‘Paris Talks’

Question.—What is the difference between the mind, spirit and soul?

Answer.—It has been before explained that spirit is universally divided into five categories: the vegetable spirit, the animal spirit, the human spirit, the spirit of faith, and the Holy Spirit.

The vegetable spirit is the power of growth which is brought about in the seed through the influence of other existences.

The animal spirit is the power of all the senses, which is realized from the composition and mingling of elements; when this composition decomposes, the power also perishes and becomes annihilated. It may be likened to this lamp: when the oil, wick and fire are combined, it is lighted; and when this combination is dissolved—that is to say, when the combined parts are separated from one another—the lamp also is extinguished.

The human spirit which distinguishes man from the animal is the rational soul, and these two names—the human spirit and the rational soul—designate one thing. This spirit, which in the terminology of the philosophers is the rational soul, embraces all beings, and as far as human ability permits discovers the realities of things and becomes cognizant of their peculiarities and effects, and of the qualities and properties of beings.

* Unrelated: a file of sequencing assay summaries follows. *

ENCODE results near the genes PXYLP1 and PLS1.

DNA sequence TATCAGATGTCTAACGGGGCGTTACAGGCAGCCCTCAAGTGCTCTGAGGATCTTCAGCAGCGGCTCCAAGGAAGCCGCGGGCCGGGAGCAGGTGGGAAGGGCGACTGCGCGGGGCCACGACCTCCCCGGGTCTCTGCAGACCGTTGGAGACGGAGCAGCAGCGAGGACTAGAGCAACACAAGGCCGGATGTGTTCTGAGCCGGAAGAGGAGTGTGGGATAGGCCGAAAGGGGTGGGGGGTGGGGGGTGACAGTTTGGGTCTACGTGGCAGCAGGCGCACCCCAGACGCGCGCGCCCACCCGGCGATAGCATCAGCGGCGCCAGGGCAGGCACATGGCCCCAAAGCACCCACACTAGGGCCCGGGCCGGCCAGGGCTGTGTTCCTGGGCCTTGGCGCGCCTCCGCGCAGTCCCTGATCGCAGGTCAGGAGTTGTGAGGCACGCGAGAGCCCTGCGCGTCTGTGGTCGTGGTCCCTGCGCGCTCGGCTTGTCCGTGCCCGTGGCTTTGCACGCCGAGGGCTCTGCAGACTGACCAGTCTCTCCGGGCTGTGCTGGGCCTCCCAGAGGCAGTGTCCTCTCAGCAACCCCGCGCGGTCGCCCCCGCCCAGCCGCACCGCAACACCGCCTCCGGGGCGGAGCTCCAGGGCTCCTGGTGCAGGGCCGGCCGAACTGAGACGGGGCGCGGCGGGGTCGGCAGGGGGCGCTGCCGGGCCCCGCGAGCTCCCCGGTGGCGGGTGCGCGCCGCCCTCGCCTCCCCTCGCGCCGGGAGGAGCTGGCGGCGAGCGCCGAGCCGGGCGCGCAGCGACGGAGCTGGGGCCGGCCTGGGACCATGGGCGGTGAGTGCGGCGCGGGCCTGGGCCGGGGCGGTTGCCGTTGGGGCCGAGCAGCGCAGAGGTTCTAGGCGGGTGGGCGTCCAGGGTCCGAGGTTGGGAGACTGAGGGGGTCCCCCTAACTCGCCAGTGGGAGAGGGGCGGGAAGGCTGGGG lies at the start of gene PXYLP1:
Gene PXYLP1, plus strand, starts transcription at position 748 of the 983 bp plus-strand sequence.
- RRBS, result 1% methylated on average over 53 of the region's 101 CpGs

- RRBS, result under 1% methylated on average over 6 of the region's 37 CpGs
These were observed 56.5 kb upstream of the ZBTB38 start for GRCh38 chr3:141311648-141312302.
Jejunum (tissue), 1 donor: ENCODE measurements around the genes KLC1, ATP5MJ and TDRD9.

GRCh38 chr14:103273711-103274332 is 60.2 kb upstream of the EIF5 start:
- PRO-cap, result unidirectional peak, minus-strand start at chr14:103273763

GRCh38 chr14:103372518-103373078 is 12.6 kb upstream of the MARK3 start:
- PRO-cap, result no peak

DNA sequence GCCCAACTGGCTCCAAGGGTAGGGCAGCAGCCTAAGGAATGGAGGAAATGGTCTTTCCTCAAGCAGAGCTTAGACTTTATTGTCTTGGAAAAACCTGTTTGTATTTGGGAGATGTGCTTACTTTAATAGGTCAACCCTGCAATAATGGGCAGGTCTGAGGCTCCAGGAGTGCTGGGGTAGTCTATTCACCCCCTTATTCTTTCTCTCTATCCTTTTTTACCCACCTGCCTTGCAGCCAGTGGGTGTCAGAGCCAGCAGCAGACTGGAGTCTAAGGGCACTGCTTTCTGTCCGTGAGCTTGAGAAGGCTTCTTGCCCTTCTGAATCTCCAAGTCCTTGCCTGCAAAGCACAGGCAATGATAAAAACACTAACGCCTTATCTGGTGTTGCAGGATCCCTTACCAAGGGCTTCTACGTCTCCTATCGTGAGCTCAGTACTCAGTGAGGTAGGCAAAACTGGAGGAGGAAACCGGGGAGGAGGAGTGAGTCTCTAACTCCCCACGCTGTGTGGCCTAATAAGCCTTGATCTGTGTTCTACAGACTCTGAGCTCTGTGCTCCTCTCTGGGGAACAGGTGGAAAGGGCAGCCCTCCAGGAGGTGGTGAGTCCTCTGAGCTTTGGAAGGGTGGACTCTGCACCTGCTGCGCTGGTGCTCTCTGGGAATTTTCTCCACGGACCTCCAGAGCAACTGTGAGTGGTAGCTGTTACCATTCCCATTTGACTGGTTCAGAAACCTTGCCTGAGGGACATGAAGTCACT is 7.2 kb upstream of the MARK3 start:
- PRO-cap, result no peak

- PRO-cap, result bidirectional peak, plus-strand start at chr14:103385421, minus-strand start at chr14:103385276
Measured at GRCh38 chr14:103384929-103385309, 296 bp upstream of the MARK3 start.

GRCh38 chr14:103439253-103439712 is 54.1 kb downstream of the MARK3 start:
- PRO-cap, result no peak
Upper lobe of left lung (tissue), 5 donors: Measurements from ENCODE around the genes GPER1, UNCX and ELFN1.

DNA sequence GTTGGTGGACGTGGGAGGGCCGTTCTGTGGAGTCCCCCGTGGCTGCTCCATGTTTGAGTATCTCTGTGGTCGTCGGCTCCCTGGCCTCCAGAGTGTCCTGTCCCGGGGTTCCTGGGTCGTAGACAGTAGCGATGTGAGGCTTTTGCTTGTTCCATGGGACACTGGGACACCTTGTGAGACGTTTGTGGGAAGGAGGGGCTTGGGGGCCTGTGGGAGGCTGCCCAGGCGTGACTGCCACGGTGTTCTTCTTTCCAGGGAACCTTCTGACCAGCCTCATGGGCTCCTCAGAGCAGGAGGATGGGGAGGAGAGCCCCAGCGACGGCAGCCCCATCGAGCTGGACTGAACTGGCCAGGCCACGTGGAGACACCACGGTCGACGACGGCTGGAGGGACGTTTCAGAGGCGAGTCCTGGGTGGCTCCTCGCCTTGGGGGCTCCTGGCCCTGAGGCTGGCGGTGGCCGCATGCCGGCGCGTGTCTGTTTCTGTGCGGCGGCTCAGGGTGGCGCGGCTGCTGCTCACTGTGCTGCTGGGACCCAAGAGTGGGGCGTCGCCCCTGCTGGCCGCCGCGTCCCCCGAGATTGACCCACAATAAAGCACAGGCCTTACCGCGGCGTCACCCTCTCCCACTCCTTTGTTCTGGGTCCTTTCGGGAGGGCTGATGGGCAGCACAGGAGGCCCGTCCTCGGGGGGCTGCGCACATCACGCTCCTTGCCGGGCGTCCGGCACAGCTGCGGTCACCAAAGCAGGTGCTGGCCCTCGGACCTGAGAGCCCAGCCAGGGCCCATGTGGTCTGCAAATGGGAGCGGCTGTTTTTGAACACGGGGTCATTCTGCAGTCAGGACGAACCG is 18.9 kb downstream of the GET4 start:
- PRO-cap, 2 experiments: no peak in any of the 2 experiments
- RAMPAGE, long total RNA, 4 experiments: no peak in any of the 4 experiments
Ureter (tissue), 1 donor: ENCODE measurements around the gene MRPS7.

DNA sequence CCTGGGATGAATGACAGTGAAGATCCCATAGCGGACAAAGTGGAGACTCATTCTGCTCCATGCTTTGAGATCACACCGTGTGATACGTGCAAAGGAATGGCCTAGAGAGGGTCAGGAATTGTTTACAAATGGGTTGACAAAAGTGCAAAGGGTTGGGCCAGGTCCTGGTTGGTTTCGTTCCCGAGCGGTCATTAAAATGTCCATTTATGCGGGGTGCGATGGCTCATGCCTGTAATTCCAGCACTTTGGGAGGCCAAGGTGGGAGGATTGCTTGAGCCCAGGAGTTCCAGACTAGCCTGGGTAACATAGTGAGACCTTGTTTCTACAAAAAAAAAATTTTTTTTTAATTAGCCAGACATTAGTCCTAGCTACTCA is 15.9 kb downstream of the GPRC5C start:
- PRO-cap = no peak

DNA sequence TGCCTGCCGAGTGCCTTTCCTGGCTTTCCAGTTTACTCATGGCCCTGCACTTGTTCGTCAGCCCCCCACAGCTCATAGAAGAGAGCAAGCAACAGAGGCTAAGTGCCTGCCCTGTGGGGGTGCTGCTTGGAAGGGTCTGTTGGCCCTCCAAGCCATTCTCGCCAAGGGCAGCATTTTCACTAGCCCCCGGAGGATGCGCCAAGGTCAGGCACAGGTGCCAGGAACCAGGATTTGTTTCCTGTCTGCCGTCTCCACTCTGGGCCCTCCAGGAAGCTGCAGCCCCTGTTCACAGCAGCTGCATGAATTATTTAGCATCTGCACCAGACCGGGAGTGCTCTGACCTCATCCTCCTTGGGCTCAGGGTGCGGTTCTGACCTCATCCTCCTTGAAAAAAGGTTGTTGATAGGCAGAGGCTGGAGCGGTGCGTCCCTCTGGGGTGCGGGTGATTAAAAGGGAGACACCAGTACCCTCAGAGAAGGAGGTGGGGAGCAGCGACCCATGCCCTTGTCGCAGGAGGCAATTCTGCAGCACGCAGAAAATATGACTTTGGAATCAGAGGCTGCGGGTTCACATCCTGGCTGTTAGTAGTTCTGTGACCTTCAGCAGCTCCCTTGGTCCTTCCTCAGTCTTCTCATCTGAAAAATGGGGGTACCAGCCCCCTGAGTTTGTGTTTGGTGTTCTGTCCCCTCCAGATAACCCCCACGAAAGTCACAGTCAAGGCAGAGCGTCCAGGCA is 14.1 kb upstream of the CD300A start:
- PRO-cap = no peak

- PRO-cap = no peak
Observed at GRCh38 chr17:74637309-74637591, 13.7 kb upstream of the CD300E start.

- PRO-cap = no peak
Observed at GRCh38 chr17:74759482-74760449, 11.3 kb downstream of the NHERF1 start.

But the human spirit, unless assisted by the spirit of faith, does not become acquainted with the divine secrets and the heavenly realities. It is like a mirror which, although clear, polished and brilliant, is still in need of light. Until a ray of the sun reflects upon it, it cannot discover the heavenly secrets.

But the mind is the power of the human spirit. Spirit is the lamp; mind is the light which shines from the lamp. Spirit is the tree, and the mind is the fruit. Mind is the perfection of the spirit and is its essential quality, as the sun’s rays are the essential necessity of the sun. This explanation, though short, is complete; therefore, reflect upon it, and if God wills, you may become acquainted with the details.

‘Some Answered Questions’

‘Sol Invictus’

Sol Invictus ("The Invincible Sun") was the official sun god of the late Roman Empire and also a title given to the Perseo-Roman God Mithras

I find Bahá’u’lláh’s use of sun imagery in his writings intriguing. In the Kitab-i-Iqan Bahá’u’lláh elucidates solar symbolism in scripture and describes the spiritual teachers of humankind as the ‘Suns of Truth’-

And now, concerning His words–“The sun shall be darkened, and the moon shall not give light, and the stars shall fall from heaven.” By the terms “sun” and “moon,” mentioned in the writings of the Prophets of God, is not meant solely the sun and moon of the visible universe. Nay rather, manifold are the meanings they have intended for these terms. In every instance they have attached to them a particular significance. Thus, by the “sun” in one sense is meant those Suns of Truth Who rise from the dayspring of ancient glory, and fill the world with a liberal effusion of grace from on high. These Suns of Truth are the universal Manifestations of God in the worlds of His attributes and names.